Mumias Sugar Company #ticker:MSC raised its board pay by 31 percent even as it reported its worst performance in the year ended June 2018.
The Nairobi Securities Exchange-listed firm’s compensation of its board of directors has risen sharply in recent years and stands in stark contrast to the company’s deepening losses and wipeout of shareholder funds.
The directors earned Sh37.2 million in fees and allowances in the review period compared to Sh28.4 million the year before. The compensation stood at Sh12.4 million in June 2016, underlining the rapid pay growth.
The chairman, Kennedy Ngumbau, recorded one of the largest pay rises of 70 percent to Sh9.7 million from Sh5.7 million in 2017. This ranks him among the top six highest-earning chairmen of NSE-listed firms.
For comparison, Mr Ngumabu’s compensation is more than three times the Sh2.7 million fees that was paid to James Ndegwa, the chairman of NIC Group that reported a Sh4.2 billion net profit in the year ended December.
Mumias, meanwhile, ended the year to June 2018 with a Sh15.1 billion net loss and its net assets turned to negative Sh14.3 billion.
The miller says it did not raise the rates at which it pays its directors, meaning that the overall jump in their compensation was driven by a flurry of corporate activities such as meetings and travel which trigger the allowances.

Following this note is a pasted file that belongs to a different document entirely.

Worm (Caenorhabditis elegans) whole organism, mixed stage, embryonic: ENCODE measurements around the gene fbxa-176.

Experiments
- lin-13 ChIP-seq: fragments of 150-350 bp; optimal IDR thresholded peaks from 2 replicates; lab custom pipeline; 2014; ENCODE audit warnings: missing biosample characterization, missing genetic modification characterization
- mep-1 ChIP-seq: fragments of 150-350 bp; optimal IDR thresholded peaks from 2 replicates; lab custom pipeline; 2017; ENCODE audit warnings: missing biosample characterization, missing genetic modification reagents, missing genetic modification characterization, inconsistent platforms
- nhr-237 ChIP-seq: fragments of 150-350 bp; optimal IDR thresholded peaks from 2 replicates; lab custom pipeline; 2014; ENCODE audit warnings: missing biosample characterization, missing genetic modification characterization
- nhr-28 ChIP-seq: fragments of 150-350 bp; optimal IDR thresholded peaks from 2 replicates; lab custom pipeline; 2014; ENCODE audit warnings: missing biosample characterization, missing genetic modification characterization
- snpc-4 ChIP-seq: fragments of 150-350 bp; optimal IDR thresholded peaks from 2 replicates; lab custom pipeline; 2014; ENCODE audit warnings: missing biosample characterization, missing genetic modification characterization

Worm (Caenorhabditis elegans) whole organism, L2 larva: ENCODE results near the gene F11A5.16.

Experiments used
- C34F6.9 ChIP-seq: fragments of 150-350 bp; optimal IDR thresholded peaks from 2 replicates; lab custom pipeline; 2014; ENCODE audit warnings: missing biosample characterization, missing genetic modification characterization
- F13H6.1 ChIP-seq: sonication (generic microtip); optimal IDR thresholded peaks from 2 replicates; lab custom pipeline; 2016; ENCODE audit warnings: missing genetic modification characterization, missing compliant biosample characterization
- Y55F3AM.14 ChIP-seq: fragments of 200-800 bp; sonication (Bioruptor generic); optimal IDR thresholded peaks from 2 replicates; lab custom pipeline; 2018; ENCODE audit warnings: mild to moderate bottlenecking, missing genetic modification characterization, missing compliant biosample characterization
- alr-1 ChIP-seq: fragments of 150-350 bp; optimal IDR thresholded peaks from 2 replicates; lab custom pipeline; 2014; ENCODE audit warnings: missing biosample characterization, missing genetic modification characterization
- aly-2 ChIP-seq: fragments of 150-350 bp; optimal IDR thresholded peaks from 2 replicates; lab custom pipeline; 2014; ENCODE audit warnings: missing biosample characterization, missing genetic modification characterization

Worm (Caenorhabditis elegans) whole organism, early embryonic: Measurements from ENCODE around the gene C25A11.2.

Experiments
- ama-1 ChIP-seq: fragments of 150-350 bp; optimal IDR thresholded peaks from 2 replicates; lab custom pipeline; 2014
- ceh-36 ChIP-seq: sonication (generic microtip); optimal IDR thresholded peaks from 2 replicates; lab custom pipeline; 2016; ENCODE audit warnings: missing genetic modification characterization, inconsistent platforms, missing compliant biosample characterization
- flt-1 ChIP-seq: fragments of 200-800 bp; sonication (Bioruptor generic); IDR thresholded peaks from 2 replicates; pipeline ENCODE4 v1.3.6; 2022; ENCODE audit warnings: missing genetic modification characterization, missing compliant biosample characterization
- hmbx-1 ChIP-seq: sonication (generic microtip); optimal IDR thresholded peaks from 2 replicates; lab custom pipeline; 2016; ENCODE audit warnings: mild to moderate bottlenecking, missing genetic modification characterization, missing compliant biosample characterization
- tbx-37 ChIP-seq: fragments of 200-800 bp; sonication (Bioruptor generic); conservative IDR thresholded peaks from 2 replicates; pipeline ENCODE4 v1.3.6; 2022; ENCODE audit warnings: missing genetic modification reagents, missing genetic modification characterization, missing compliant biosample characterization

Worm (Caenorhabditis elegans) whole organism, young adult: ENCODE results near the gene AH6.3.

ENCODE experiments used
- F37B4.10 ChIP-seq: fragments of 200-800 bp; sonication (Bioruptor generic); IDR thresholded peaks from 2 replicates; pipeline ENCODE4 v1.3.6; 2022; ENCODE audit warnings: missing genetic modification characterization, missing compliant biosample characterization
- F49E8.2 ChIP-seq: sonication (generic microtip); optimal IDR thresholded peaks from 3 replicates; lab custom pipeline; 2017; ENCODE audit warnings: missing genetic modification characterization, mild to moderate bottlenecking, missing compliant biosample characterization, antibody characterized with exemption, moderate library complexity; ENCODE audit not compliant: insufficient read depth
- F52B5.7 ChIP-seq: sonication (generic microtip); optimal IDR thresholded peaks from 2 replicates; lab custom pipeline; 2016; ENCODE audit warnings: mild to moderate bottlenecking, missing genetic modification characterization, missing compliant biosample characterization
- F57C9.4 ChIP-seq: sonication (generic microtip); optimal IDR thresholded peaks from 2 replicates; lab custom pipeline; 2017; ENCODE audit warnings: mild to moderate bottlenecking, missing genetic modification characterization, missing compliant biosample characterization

“No decision made during the year ended June 30 2018 affected directors’ entitlements. Therefore there were no changes in the directors’ remuneration during the year,” the company said.
“Company directors are entitled to basic annual fees and sitting allowance for each board meeting and/or official company function attended.”
Other directors whose compensations rose in the review period are Joanne Tabuke whose earnings more than doubled to Sh5.2 million from Sh2.5 million.
Naomi Cidi’s pay rose from Sh3 million to Sh4.6 million while that of Peter Ingosi jumped from Sh1.2 million to Sh3.9 million. Mumias, which has had a high management turnover, did not disclose what it paid its managing director.
The company says it is betting on new capital injection by the government and renegotiation of its loans to maintain operations.